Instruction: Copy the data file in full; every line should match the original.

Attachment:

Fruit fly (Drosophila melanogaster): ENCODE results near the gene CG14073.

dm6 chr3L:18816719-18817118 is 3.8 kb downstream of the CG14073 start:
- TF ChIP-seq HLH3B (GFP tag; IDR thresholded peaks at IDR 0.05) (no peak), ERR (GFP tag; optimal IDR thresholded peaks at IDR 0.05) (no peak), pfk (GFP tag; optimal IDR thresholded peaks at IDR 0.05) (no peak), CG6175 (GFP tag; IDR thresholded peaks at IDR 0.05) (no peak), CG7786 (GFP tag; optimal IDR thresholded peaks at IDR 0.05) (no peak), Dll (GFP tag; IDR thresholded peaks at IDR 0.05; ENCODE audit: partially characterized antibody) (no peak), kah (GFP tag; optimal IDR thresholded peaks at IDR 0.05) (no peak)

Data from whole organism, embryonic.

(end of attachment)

Fruit fly (Drosophila melanogaster): ENCODE results near the gene CG14073.

dm6 chr3L:18816719-18817118 is 3.8 kb downstream of the CG14073 start:
- TF ChIP-seq HLH3B (GFP tag; IDR thresholded peaks at IDR 0.05) (no peak), ERR (GFP tag; optimal IDR thresholded peaks at IDR 0.05) (no peak), pfk (GFP tag; optimal IDR thresholded peaks at IDR 0.05) (no peak), CG6175 (GFP tag; IDR thresholded peaks at IDR 0.05) (no peak), CG7786 (GFP tag; optimal IDR thresholded peaks at IDR 0.05) (no peak), Dll (GFP tag; IDR thresholded peaks at IDR 0.05; ENCODE audit: partially characterized antibody) (no peak), kah (GFP tag; optimal IDR thresholded peaks at IDR 0.05) (no peak)

Data from whole organism, embryonic.